# Difference between revisions of "Math 764 -- Algebraic Geometry II -- Homeworks"

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## Homeworks (Spring 2017)

Here are homework problems for Math 764 from Spring 2017 (by Dima Arinkin). I tried to convert the homeworks into the wiki format with pandoc. This does not always work as expected; in case of doubt, check the pdf files.

### Homework 1

Due Friday, February 3rd

In all these problems, we fix a topological space $X$; all sheaves and presheaves are sheaves on $X$.

1. Example: Let $X$ be the unit circle, and let ${\mathcal{F}}$ be the sheaf of $C^\infty$-functions on $X$. Find the (sheaf) image and the kernel of the morphism $\frac{d}{dt}:{\mathcal{F}}\to{\mathcal{F}}.$ Here $t\in{\mathbb{R}}/2\pi{\mathbb{Z}}$ is the polar coordinate on the circle.
2. Sheaf operations: Let ${\mathcal{F}}$ and ${\mathcal{G}}$ be sheaves of sets. Recall that a morphism $\phi:{\mathcal{F}}\to {\mathcal{G}}$ is a (categorical) monomorphism if and only if for any sheaf ${\mathcal{F}}'$ and any two morphisms $\psi_1,\psi_2:{\mathcal{F}}'\to {\mathcal{F}}$, the equality $\phi\circ\psi_1=\phi\circ\psi_2$ implies $\psi_1=\psi_2$. Show that $\phi$ is a monomorphism if and only if it induces injective maps on all stalks.
3. Let ${\mathcal{F}}$ and ${\mathcal{G}}$ be sheaves of sets. Recall that a morphism $\phi:{\mathcal{F}}\to{\mathcal{G}}$ is a (categorical) epimorphism if and only if for any sheaf ${\mathcal{G}}'$ and any two morphisms $\psi_1,\psi_2:{\mathcal{G}}\to{\mathcal{G}}'$, the equality $\psi_1\circ\phi=\psi_2\circ\phi$ implies $\psi_1=\psi_2$. Show that $\phi$ is a epimorphism if and only if it induces surjective maps on all stalks.
4. Show that any morphism of sheaves can be written as a composition of an epimorphism and a monomorphism. (You should know what order of composition I mean here.)
5. Let ${\mathcal{F}}$ be a sheaf, and let ${\mathcal{G}}\subset{\mathcal{F}}$ be a sub-presheaf of ${\mathcal{F}}$ (thus, for every open set $U\subset X$, ${\mathcal{G}}(U)$ is a subset of ${\mathcal{F}}(U)$ and the restriction maps for ${\mathcal{F}}$ and ${\mathcal{G}}$ agree). Show that the sheafification $\tilde{\mathcal{G}}$ of ${\mathcal{G}}$ is naturally identified with a subsheaf of ${\mathcal{F}}$.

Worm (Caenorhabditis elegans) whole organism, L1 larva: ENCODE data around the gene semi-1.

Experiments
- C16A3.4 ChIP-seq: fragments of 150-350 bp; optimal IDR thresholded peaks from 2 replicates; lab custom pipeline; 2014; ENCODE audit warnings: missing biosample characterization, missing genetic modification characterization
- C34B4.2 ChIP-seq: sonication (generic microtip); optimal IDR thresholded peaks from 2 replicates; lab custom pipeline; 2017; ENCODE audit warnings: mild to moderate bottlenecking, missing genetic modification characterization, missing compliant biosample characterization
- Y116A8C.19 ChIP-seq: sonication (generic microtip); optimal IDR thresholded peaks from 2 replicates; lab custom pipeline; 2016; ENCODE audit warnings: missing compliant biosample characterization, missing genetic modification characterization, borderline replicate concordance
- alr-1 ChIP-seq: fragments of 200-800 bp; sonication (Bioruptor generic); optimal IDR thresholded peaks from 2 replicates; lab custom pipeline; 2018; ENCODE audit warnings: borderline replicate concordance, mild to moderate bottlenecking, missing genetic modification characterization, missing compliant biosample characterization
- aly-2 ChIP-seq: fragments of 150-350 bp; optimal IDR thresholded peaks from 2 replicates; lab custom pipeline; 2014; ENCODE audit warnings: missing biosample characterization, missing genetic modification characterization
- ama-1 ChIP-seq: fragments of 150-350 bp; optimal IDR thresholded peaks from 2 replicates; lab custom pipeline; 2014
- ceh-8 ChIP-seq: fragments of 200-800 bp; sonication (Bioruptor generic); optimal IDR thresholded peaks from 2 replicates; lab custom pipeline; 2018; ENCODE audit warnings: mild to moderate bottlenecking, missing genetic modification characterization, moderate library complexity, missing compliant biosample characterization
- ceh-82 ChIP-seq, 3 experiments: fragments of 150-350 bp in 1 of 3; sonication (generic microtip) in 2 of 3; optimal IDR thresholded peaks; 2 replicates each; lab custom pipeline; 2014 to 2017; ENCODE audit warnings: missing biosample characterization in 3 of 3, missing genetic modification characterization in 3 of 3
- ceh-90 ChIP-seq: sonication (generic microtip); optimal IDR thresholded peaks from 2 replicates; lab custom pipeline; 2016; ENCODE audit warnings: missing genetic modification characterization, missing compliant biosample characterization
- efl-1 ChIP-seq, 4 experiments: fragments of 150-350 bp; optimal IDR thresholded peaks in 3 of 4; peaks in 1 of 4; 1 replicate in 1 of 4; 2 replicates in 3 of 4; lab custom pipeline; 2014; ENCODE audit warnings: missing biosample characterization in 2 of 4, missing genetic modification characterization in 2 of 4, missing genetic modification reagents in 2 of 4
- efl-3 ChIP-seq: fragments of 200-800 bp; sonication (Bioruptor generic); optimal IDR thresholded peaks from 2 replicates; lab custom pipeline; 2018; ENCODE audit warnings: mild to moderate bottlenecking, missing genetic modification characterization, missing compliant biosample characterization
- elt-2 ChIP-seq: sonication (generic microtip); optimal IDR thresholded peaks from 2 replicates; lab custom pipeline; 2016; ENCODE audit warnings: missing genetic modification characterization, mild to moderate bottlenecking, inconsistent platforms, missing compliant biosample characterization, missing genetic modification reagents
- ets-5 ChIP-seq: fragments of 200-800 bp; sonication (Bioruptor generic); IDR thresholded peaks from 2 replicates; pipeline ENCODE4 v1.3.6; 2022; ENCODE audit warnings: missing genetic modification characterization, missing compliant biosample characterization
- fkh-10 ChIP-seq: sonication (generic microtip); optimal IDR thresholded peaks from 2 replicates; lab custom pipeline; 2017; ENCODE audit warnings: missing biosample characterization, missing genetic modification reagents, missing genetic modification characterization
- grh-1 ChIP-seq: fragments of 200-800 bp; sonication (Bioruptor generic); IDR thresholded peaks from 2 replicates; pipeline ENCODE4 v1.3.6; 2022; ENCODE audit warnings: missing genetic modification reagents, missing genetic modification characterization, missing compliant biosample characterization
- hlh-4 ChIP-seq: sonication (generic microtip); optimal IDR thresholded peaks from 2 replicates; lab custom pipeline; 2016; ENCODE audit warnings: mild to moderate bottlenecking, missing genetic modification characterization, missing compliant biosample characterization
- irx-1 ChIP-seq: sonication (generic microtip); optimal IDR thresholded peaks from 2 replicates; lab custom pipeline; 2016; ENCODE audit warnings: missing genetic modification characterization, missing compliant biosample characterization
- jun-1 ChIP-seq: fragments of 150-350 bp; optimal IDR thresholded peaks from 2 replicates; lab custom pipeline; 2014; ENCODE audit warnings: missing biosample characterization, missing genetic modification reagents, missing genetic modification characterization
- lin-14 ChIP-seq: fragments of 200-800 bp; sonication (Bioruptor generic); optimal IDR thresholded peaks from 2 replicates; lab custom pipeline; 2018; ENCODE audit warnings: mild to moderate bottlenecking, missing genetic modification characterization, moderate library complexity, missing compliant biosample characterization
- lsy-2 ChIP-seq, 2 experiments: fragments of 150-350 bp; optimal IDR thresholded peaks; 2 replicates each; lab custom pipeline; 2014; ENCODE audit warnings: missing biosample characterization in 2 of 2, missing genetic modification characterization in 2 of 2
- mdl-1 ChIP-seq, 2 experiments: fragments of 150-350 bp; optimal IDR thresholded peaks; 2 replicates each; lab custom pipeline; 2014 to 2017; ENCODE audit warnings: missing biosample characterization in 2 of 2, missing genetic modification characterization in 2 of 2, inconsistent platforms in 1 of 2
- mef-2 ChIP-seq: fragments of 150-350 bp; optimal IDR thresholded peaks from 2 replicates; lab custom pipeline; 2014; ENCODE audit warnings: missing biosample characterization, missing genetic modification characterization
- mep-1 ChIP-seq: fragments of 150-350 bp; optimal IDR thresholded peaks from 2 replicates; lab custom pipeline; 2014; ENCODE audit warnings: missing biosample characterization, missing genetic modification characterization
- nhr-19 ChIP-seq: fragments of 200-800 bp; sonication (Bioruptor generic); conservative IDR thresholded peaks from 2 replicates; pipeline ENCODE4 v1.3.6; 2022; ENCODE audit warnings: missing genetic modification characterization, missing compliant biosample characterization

6. Let ${\mathcal{F}}_i$ be a family of sheaves of abelian groups on $X$ indexed by a set $I$ (not necessarily finite). Show that the direct sum and direct product of this family exists in the category of sheaves of abelian groups. (E.g., a direct sum would be a sheaf of abelian groups ${\mathcal{F}}$ together with a universal family of homomorphisms ${\mathcal{F}}_i\to {\mathcal{F}}$.) Do these operations agree with (a) taking stalks at a point $x\in X$ (b) taking sections over an open subset $U\subset X$?
7. Locally constant sheaves:

Definition. A sheaf ${\mathcal{F}}$ is constant over an open set $U\subset X$ if there is a subset $S\subset F(U)$ such that the map ${\mathcal{F}}(U)\to{\mathcal{F}}_x:s\mapsto s_x$ (the germ of $s$ at $x$) gives a bijection between $S$ and ${\mathcal{F}}_x$ for all $x\in U$.

${\mathcal{F}}$ is locally constant (on $X$) if every point of $X$ has a neighborhood on which ${\mathcal{F}}$ is constant.

Recall that a covering space $\pi:Y\to X$ is a continuous map of topological spaces such that every $x\in X$ has a neighborhood $U\ni x$ whose preimage $\pi^{-1}(U)\subset U$ is homeomorphic to $U\times Z$ for some discrete topological space $Z$. ($Z$ may depend on $x$; also, the homeomorphism is required to respect the projection to $U$.)

Show that if $\pi:Y\to X$ is a covering space, its sheaf of sections ${\mathcal{F}}$ is locally constant. Moreover, prove that this correspondence is an equivalence between the category of covering spaces and the category of locally constant sheaves. (If $X$ is pathwise connected, both categories are equivalent to the category of sets with an action of the fundamental group of $X$.)